In his January 23 comment about the end of the hostage crisis Koppel wrote: “Americans saw it as the end of a long national nightmare. Iranians saw it as a successful phase in what the Pentagon would come to call the Long War. We were wrong; they were right.”
He also wrote: “the Iranians stage-managed the drama down to the last second. Precisely at noon, just as Reagan began to recite the oath of office, the planeload of Americans was permitted to take off. The Iranians’ message was blunt and unambiguous: Carter and his administration had been punished for America’s sins against Iran; Reagan was being offered a conciliatory gesture in anticipation of improved behavior by Washington.” In the ensuing years both Iranians and Americans have continued to misread the cultural signs of the other and enmity has prevailed.
Traditionally, U.S. diplomats stationed abroad seek to discern political, economic, social, and military trends and report on immediate developments in their respective countries. Their cables inform the State Department in Washington. The information they send is analyzed and shaped into memoranda to top State Department officials, especially the Secretary. In some cases, some of this reaches the White House and the President’s advisors. Bits and pieces of this analytic work may even find their way into statements the President makes and may also influence his decisions.
Every ambassador likes to think that in being the President’s official representative to the government of another country she or he can influence senior government officials and also the decision-making process in Washington. Yet, how much of this thinking penetrates the cultural and social myths that inspire Americans and motivate people in societies of the countries in which our ambassadors and their staffs serve? Foreign affairs scholar Derek Leebaert has tried to answer this question in his new book Magic and Mayhem: the Delusions of American Foreign Policy from Korea to Afghanistan. He describes a force that often envelops leaders and professionals in the policy making process and calls it magical thinking. He writes that it includes “dangerous self-delusions” by normally levelheaded people who become “bewitched into substituting passion, sloganeering, and haste for reflection, homework, and reasonable objectives.”2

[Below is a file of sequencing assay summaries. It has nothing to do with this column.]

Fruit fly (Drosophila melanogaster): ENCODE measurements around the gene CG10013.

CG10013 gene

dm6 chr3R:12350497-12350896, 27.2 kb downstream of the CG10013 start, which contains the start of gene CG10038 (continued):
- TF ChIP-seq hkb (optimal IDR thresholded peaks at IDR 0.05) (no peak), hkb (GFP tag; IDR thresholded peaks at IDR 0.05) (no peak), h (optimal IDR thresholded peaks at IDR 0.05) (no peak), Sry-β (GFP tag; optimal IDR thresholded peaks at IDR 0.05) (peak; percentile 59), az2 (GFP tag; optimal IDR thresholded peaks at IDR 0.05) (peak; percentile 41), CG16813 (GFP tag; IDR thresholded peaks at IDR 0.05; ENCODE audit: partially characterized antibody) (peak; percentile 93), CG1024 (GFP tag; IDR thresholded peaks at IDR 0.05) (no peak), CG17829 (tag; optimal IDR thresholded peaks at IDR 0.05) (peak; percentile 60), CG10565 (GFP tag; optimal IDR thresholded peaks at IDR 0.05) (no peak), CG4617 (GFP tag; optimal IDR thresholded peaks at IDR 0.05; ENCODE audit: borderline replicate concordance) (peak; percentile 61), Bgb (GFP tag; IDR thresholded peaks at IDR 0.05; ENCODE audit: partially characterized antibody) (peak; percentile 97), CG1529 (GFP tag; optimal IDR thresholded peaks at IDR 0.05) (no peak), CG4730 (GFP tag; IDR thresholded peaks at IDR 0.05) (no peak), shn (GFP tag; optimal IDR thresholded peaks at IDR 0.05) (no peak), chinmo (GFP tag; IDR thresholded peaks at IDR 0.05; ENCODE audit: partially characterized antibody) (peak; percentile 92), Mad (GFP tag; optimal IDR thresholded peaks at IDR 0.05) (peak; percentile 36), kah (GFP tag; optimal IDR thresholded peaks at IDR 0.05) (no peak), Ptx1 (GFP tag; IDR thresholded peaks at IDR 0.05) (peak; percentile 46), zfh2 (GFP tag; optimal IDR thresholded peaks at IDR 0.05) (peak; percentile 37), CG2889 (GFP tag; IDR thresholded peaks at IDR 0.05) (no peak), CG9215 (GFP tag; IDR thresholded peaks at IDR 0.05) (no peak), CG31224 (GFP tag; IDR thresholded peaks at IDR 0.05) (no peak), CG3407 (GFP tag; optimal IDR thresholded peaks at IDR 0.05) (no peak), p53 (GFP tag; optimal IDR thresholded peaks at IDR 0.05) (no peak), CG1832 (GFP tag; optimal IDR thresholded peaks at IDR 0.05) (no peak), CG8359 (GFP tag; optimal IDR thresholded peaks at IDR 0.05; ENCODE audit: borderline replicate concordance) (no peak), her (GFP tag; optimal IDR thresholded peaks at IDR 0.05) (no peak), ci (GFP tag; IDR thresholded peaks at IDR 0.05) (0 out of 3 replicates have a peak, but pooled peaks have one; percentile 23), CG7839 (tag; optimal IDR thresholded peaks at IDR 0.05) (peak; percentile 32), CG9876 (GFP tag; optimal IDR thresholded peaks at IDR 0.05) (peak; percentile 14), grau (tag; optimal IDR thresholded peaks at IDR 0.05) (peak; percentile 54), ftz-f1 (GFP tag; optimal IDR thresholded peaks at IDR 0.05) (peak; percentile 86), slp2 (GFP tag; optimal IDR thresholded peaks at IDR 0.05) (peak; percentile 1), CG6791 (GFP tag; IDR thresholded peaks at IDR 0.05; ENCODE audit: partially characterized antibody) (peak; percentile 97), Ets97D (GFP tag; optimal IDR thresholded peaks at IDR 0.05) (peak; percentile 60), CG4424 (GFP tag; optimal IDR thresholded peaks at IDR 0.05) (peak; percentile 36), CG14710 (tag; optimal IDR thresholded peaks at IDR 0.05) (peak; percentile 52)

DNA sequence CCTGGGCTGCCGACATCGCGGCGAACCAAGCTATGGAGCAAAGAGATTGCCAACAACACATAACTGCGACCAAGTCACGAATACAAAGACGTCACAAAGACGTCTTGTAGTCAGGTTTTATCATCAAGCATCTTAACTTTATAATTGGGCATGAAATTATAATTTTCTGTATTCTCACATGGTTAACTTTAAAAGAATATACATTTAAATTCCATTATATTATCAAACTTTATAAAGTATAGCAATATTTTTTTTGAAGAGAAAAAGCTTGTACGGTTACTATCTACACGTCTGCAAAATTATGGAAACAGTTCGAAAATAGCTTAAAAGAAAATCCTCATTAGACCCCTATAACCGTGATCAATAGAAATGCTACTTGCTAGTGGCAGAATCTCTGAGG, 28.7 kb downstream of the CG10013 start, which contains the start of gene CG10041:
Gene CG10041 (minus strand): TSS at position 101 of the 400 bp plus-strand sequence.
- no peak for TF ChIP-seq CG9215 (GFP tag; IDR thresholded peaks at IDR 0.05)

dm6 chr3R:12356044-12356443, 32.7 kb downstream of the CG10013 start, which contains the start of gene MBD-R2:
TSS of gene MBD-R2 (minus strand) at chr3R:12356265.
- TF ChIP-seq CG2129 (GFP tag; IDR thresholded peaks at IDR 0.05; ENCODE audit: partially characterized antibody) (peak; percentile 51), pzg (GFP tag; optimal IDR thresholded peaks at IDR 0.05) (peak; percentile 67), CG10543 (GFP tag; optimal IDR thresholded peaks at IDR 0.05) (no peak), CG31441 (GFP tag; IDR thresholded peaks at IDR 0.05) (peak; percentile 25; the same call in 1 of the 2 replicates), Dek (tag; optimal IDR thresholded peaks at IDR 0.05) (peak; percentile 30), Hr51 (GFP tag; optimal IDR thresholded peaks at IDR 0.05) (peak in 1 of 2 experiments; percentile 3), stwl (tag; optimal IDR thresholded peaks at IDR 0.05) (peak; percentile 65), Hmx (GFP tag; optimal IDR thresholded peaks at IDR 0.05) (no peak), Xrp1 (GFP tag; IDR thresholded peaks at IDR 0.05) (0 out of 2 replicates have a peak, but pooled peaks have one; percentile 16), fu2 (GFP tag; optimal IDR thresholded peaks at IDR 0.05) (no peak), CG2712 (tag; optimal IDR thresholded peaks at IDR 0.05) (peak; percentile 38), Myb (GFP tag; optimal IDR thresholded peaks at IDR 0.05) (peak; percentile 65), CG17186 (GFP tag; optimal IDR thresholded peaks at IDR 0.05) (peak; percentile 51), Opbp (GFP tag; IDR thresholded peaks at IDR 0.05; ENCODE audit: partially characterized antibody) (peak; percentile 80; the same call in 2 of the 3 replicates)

Sometimes a single event can produce a profound change in the way Americans view the world. The seizure of U.S. diplomats in Tehran in 1979 was one of those events. The televised destruction of the World Trade Center in New York on September 11, 2001 was another. These two events profoundly shook Americans and confirmed for many of us that the world is a perilous and hostile place. They also confirmed, initially, that our government’s ability to respond quickly and resolutely is limited.
While the American public can be excused from knowing details about precursor events that led up to both of these political and diplomatic thunderclaps, our elected leaders and their advisors deserve closer scrutiny for their failures to “connect the dots.”
The seizure of American diplomats in Tehran was an event waiting to happen. It had roots extending at least as far back as the August 19, 1953 staged ouster of Iranian Prime Minister Mohammed Mossadegh. British and U.S. intelligence services allegedly drove the coup against him. London and Washington feared that Mossadegh would nationalize the private oil companies, especially the Anglo-Iranian Oil Company (that later would morph into BP). Regardless of the reasons behind the staged coup, the United States returned the young Reza Shah Pahlavi to the Peacock Throne in Tehran where he ruled for 26 years as an “enlightened” dictator. Iran became a key member of CENTO, a bulwark against Soviet expansion in the early decades of the Cold War and a major client state of U.S. development aid and military support.